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Regarding scalpers - Page 3

post #31 of 48
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by arguing that there's some sort of moral imperative to match the price of a store across the street, you're dehumanizing the shop owner.
i can see we speak a totally different language.
Obviously so. Nice chop job on what I wrote, by the way.
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you're the one who is casting this argument in moral terms when that's really not appropriate.
when did morality become taboo?
That's not what I said at all. What I said is that casting arguments about this topic is inappropriate because there's not a moral dimension to it. It would be like injecting morality into a discussion of whether you should buy a red sweater. What's more, there's a difference between arguing that someone's position isn't moral and arguing that that person himself is morally deficient.
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there's a class in college called 'business ethics'. one of the topics they cover is doing things that may be legal, but which sometimes are hard to swallow ethically, like selling cigarettes, for example. we choose how we conduct our selves and our businesses independently of what others may or may not consider acceptable. you think it's acceptable to withhold useful information (a sale across the street) and i don't. c'est la vie.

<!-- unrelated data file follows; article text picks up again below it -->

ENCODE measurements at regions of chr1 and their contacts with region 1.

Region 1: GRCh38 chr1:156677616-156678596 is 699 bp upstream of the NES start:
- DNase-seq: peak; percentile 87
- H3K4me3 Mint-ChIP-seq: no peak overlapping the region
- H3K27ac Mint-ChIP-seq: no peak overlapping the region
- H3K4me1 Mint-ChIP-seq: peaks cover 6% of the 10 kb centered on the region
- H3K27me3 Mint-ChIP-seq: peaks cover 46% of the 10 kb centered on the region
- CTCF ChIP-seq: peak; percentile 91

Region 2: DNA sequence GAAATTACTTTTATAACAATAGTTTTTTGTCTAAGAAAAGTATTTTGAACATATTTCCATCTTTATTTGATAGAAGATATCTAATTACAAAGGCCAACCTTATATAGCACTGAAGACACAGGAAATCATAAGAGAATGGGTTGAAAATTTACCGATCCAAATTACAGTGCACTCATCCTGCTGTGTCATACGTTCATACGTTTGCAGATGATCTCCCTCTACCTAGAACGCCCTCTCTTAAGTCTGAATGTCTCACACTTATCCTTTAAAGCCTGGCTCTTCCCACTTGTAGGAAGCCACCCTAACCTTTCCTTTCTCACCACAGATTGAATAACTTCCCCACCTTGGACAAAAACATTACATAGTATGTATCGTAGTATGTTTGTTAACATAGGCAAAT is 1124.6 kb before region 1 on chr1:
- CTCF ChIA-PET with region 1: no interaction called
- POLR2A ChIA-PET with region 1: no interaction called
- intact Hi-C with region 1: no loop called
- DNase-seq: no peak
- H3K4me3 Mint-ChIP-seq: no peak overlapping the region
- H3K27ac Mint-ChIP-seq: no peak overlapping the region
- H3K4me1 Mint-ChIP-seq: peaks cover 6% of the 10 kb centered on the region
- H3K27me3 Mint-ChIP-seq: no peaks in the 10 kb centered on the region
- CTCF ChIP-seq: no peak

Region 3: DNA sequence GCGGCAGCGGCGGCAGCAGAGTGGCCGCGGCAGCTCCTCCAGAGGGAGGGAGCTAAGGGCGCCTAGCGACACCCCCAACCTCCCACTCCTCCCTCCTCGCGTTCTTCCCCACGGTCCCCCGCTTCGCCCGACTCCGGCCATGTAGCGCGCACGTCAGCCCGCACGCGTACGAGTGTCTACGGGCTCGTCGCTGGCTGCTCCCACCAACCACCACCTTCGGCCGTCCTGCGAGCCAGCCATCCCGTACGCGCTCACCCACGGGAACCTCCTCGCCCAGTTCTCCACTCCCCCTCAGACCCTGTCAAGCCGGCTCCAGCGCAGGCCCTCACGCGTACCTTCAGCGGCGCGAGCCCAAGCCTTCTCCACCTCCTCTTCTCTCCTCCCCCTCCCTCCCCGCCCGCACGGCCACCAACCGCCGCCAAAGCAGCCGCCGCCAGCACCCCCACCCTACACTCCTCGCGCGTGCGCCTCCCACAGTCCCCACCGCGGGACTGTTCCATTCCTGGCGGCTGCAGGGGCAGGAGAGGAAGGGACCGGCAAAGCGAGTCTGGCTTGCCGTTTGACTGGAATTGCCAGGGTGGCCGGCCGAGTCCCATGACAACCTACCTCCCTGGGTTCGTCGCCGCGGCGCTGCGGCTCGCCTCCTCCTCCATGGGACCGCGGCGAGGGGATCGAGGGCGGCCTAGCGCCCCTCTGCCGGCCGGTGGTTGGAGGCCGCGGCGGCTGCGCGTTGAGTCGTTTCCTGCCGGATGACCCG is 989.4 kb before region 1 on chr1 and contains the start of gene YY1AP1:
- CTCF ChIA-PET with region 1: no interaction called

See, this is an example of what sets me off about this discussion: the fact that your arguments are dripping with condescension and overweening self-righteousness. I know all about business ethics classes, and I would wager that you would be hard-pressed to find a professor of one who would agree with your position. Of course, that's arguing from authority, which is a logical fallacy; I won't mention it. Would you argue that a shopper has a right to examine a shop owner's books to see what he paid for merchandise, what his overhead is, etc., so that he can better judge the appropriateness of the prices? That he provide the names, addresses, and contact information for all of his suppliers? Ought he to put up a signboard at the entrance to his shop so that his customers can keep track of sales at other retailers? And there's nothing ethically wrong with selling cigarettes.
post #32 of 48
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I think you misunderstood me. I mean ALL your customers - every one that walked into the door. That is to say, would you consider it unethical to sell the same food and the same service for twice the price as your competition - even if your price is fair and your competition is losing money selling at half-price??
I can see it now: Waiter: What can I get for you tonight? Customer: I'd like the herb-encrusted sea bass. Waiter: <snatching menu> You know, Phil's over on 1st gets their sea bass from the same source that we do, their chef trained at the same places ours did, and they're charging about half what we do. You probably want to go there for that dish. Shall I call in reservations for you?
post #33 of 48
*chuckle*
post #34 of 48